- AI-manipulated social rendering: Maxine also uses GANs to improve the social experience on a call beyond what participants would experience if they relied on raw video feeds. The solution does this by automatically adjusting the rendered video to make it appear as if people are always facing each other and making eye contact during a call. In addition, Maxine helps participants to stay attentive to each other by using GAN-based auto framing, which enables the video feed to automatically follow a speaker even if she or he moves away from their screen.
- AI-manipulated avatar rendering: Maxine allows users to employ GAN-generated photorealistic avatars whose real-time rendering responds to vocal and emotional tone. These AI-powered virtual assistants can use natural language processing to take notes, set action items, and answer questions in human-like voices. They can also perform real-time translation, closed captioning, and transcription to boost participant comprehension of what’s happening on a call.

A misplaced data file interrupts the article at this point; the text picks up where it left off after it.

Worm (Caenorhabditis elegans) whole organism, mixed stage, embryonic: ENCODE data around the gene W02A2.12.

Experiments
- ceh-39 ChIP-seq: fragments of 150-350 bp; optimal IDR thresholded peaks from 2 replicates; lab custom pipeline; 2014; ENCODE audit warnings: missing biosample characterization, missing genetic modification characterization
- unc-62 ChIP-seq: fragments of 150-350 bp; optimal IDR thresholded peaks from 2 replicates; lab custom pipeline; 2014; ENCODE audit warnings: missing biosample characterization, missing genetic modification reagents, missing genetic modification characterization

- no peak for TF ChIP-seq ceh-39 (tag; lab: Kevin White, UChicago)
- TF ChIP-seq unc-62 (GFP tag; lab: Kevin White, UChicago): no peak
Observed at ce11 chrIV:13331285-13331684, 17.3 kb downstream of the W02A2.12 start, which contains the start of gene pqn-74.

At the same time, Maxine is also compressing video streams and reducing bandwidth consumption while preserving the quality of video calls. The service processes real-time streams entirely in the cloud rather than on local devices, enabling users to use Maxine features without specialized hardware.
Microsoft brings AI into the remote collaboration experience
NVIDIA’s announcement comes a few months after Microsoft announced several AI-powered enhancements to its Teams remote collaboration product.
Though there’s no evidence that Microsoft is using GANs in the following new Teams features, they illustrate how AI-driven stream manipulation is becoming integral to participant experience and productivity: